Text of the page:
FAVz020 Movie Controversies: Case Studies in Anglo-American Film History

Filozofická fakulta
jaro 2010
0/0/0. 5 kr. Doporučované ukončení: k. Jiná možná ukončení: zk.
dr. Peter Kramer (přednášející)
doc. Mgr. Petr Szczepanik, Ph.D. (náhr. zkoušející)
doc. Mgr. Petr Szczepanik, Ph.D.
Ústav filmu a audiovizuální kultury - Filozofická fakulta
Kontaktní osoba: doc. Mgr. Petr Szczepanik, Ph.D.
Omezení zápisu do předmětu
Předmět je nabízen i studentům mimo mateřské obory.
Předmět si smí zapsat nejvýše 120 stud.
Momentální stav registrace a zápisu: zapsáno: 0/120, pouze zareg.: 0/120, pouze zareg. s předností (mateřské obory): 0/120
Mateřské obory/plány
předmět má 15 mateřských oborů, zobrazit
Cíle předmětu
At the end of the course students should be able to:
understand and explain: relationship between the American film industry and the societies, using examples of selected key controversies surrounding high-profile Hollywood releases both in the US and outside the US;
work with information on: public debates on controversial movies, supposed effects on young viewers.
  • This lecture series focuses on the controversies surrounding a number of high-profile Hollywood releases both in the US and outside the US. Our starting point is the work done by Martin Barker and his colleagues on the heated debates in Britain about David Cronenberg’s Crash (1996). We will then move on to a series of case studies from earlier decades: Rebel Without a Cause (1955), Bonnie and Clyde (1967), A Clockwork Orange (1971) and The Exorcist (1973). These four films deal, in very different ways, with youthful characters (ranging from a 12 year-old girl to a twentysomething couple), and were widely perceived to be addressed mainly to youth audiences. The controversies arose, at least in parts, from concerns about the detrimental effect such films might have on their young viewers. They were also informed by changes in film culture, and in society more generally. Therefore, these case studies offer general insights into the relationship between the American film industry and the societies in which its films are made and seen (with particular reference to the US and the UK). The central case study is that of A Clockwork Orange, which means that this lectures series follows on from last year’s lectures on Stanley Kubrick. However, attendance at last year’s lectures is not a precondition for attending these lectures. At the same time, the work presented here on A Clockwork Orange does not repeat last year’s discussion.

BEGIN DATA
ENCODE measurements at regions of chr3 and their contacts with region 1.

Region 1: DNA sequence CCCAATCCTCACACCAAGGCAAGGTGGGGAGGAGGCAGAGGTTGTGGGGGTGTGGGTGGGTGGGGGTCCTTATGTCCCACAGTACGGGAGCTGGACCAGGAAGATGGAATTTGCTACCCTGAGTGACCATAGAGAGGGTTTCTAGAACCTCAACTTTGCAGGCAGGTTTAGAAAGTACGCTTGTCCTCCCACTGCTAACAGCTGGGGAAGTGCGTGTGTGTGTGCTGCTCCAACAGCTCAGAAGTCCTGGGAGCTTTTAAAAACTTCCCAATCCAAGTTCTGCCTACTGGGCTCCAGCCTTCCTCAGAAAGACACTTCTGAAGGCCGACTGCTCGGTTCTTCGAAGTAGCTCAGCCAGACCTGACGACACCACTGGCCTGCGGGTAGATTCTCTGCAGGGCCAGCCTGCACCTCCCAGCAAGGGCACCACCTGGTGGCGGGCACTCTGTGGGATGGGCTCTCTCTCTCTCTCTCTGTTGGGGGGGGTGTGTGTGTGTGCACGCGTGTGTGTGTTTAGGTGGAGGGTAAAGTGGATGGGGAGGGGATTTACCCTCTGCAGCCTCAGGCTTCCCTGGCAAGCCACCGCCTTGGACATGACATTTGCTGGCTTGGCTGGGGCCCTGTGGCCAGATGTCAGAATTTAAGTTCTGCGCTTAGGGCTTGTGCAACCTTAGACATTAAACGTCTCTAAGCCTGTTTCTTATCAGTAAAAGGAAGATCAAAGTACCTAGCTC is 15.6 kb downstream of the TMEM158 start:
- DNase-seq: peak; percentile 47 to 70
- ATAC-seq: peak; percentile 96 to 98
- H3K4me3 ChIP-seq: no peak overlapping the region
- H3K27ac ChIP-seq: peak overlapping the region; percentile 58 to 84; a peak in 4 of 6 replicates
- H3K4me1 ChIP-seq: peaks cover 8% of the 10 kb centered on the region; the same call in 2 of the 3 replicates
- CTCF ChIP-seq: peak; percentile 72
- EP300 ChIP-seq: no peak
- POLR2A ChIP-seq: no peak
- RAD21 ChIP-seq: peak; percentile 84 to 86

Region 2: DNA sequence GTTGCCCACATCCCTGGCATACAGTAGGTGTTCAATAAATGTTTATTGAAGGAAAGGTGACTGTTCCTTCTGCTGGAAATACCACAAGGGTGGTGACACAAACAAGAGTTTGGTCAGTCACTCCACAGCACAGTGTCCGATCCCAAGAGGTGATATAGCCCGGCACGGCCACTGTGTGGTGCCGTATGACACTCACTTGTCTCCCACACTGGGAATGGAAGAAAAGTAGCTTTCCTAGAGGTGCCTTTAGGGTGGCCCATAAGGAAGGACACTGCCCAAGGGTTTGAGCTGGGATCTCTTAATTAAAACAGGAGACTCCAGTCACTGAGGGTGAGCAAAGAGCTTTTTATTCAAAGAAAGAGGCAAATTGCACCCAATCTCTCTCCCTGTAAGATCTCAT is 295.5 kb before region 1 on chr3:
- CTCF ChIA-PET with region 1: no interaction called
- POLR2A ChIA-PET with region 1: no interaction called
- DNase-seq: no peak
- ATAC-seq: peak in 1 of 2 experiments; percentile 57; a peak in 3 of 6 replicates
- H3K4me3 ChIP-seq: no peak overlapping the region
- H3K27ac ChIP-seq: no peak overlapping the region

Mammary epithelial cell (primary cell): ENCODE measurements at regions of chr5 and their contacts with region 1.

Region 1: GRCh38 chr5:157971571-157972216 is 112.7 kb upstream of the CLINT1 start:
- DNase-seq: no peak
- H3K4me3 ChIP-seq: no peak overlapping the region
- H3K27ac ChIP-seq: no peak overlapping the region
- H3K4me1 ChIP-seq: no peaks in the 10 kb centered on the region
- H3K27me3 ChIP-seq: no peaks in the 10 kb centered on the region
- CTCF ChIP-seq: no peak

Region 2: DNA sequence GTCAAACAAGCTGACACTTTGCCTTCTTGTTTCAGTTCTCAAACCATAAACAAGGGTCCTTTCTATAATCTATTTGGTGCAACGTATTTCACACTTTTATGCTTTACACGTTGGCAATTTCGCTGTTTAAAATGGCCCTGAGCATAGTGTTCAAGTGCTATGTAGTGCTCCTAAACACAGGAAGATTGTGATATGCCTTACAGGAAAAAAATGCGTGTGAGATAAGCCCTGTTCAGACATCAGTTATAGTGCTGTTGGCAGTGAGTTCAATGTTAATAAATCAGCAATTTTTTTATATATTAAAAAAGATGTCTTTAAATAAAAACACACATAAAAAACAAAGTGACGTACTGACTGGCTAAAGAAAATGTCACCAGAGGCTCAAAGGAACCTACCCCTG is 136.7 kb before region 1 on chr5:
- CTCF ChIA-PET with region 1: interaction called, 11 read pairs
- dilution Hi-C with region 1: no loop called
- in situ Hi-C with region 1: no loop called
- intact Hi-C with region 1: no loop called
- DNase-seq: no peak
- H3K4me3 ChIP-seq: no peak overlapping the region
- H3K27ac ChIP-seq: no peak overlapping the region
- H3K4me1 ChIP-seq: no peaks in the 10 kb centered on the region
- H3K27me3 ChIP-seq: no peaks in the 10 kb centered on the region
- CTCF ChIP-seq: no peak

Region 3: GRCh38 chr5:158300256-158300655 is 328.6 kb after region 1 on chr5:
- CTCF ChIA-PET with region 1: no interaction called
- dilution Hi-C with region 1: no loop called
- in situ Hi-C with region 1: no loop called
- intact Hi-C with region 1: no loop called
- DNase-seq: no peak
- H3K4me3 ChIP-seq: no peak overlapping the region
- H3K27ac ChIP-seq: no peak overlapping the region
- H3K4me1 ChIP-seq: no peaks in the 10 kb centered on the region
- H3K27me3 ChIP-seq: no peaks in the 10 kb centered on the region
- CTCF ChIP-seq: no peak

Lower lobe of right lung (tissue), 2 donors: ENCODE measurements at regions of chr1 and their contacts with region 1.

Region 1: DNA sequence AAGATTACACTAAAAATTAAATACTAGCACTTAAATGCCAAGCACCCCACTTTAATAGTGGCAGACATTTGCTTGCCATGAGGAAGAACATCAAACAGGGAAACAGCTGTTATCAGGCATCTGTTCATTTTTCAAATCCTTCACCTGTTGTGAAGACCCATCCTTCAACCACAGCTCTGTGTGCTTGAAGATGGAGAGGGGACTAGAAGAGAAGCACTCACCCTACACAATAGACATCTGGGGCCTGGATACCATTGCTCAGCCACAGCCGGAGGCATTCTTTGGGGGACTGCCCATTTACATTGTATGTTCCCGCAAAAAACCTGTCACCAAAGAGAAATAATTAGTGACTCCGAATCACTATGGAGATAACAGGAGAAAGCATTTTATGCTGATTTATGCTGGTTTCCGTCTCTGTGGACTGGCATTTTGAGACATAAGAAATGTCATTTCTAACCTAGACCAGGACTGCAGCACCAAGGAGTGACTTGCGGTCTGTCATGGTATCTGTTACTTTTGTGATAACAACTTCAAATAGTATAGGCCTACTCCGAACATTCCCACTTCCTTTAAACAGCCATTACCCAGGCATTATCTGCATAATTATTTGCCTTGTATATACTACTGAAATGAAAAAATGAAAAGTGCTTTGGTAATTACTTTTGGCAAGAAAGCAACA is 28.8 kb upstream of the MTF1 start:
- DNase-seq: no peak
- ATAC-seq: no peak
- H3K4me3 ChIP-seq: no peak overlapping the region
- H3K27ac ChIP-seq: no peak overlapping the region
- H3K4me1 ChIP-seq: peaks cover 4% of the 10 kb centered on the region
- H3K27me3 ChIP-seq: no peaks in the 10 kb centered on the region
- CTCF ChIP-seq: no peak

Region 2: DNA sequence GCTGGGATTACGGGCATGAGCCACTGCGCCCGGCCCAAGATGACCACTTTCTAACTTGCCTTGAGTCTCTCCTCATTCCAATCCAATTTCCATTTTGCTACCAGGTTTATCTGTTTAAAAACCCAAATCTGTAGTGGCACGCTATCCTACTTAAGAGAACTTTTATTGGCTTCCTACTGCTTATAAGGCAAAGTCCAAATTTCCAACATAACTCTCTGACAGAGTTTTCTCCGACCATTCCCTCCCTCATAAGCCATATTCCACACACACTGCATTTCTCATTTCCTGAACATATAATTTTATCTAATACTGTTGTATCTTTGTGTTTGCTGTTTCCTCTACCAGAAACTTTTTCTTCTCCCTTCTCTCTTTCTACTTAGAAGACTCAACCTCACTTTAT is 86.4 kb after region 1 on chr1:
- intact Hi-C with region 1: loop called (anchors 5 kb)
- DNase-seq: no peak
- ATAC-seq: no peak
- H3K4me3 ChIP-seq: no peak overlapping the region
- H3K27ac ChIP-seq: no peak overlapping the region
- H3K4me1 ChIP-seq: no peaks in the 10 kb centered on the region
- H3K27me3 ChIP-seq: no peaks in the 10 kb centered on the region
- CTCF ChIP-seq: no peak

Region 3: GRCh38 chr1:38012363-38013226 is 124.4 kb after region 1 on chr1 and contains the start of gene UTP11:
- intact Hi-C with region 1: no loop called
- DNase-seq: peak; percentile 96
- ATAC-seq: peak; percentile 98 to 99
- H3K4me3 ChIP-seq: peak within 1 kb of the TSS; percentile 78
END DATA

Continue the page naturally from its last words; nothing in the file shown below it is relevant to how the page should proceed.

• Programme
  • Monday 12 April
  • Early afternoon
  • Screening 1: Crash (1996, 95 min, 13.20 – 15.15)
  • Afternoon
  • Lecture 1: “An Introduction to Movie Controversies – Self-Regulation, Censorship and Public Debate” (15.30 – 17.00)
  • Late afternoon
  • Screening 2: Rebel Without a Cause (1955, 110 min, 17.30 – 20.30) Followed by a plenary discussion
  • Tuesday 13 April
  • Early afternoon
  • Lecture 2: “The Rise of Teenpics - Hollywood, Juvenile Delinquency and Post-War America” (12.30 - 14.05)
  • Late afternoon
  • Screening 3: Bonnie and Clyde (1967, 110 min, 18.00 – 20.30) Followed by a plenary discussion
  • Wednesday 14 April
  • Morning
  • Lecture 3: “Taboo-Breakers - The Hollywood Renaissance and the End of the Production Code” (10.00 – 11.35)
  • Early afternoon
  • Screening 4: A Clockwork Orange (1971, 135 min, 12.30 – 14.45)
  • Afternoon
  • Lecture 4: “The Making of a Controversial Movie – A Clockwork Orange from Novel to Film, 1962-1971” (15.00 – 16.35)
  • Late afternoon
  • Screening 5: The Exorcist (1973, 120 min, 17.00 – 20.30) Followed by a brief plenary discussion
  • Thursday 15 April
  • Late morning
  • Lecture 5: “The Escalation of Controversy – A Clockwork Orange, the New Hollywood and the Backlash Against Permissiveness” (10.00 – 11.35) Afternoon
  • Seminar: “Researching Movie Controversies – Issues, Concepts, Sources” (13.20 – 16.35)
Výukové metody
lecture, discussion
Metody hodnocení
written test
Vyučovací jazyk
Informace učitele
Reading for each lecture-screening
1 Martin Barker, Jane Arthurs and Ramaswami Harindranath, The Crash Controversy: Censorship Campaigns and Film Reception (London: Wallflower Press, 2001), pp. 1-25
2 Daniel Biltereyst, “Youth, Moral Panics and the End of Cinema: On the Reception of Rebel Without a Cause in Europe”, Rebel Without a Cause: Approaches to a Maverick Masterwork, ed. J. David Slocum (Albany: State University of New York, 2005), pp. 171-89
3 J. Hoberman, “’A Test for the Individual Viewer’: Bonnie and Clyde’s Violent Reception”, Why We Watch: The Attractions of Violent Entertainment, ed. Jeffrey H. Goldstein (New York: Oxford University Press, 1998), pp. 116-43
4 Janet Staiger, “The Cultural Productions of A Clockwork Orange”, Stanley Kubrick’s A Clockwork Orange, ed. Stuart Y. McDougal (Cambridge: Cambridge University Press, 2003), pp. 37-40; reprinted from Janet Staiger, Perverse Spectators: The Practices of Film Reception (New York: New York University Press, 2000), Ch. 6
5 Various short pieces on the critical reception of, and audience reactions to, The Exorcist
Další komentáře
Studijní materiály
Poznámka k ukončení předmětu: Full time students: 100% presence at the lectures is required. Distance students: two absences are tolerated.
Předmět je vyučován jednorázově.
Výuka probíhá blokově.

  • Statistika zápisu (nejnovější)
  • Permalink: https://is.muni.cz/predmet/phil/jaro2010/FAVz020